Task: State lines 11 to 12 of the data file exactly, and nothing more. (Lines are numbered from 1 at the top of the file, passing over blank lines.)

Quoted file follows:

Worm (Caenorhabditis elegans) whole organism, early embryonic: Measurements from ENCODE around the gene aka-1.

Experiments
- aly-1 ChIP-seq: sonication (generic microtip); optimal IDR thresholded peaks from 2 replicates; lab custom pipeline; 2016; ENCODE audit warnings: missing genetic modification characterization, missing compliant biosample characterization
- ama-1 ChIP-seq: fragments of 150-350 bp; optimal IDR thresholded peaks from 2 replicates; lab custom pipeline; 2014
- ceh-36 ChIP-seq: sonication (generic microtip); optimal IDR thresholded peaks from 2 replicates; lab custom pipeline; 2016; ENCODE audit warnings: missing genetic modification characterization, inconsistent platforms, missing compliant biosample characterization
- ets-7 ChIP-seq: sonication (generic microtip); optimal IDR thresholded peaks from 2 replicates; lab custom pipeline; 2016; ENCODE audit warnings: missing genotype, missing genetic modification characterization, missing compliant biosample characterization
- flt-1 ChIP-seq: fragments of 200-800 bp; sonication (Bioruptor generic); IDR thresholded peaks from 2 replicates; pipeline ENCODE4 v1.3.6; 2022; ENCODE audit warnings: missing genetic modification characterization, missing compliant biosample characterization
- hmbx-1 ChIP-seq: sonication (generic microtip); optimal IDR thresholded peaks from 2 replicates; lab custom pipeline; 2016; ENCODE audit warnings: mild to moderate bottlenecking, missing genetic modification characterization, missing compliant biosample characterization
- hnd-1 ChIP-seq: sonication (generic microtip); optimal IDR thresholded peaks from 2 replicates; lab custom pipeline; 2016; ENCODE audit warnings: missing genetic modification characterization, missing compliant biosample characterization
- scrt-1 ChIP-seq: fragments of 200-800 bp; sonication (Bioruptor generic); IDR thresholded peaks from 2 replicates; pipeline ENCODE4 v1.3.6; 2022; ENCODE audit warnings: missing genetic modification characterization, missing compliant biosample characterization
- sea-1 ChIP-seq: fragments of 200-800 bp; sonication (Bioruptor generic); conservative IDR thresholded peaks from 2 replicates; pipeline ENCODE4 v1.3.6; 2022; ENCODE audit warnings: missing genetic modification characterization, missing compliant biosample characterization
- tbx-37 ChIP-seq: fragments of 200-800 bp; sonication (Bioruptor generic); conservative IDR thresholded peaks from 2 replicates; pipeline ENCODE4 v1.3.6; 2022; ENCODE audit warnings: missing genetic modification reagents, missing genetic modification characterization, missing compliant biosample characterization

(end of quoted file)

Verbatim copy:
- sea-1 ChIP-seq: fragments of 200-800 bp; sonication (Bioruptor generic); conservative IDR thresholded peaks from 2 replicates; pipeline ENCODE4 v1.3.6; 2022; ENCODE audit warnings: missing genetic modification characterization, missing compliant biosample characterization
- tbx-37 ChIP-seq: fragments of 200-800 bp; sonication (Bioruptor generic); conservative IDR thresholded peaks from 2 replicates; pipeline ENCODE4 v1.3.6; 2022; ENCODE audit warnings: missing genetic modification reagents, missing genetic modification characterization, missing compliant biosample characterization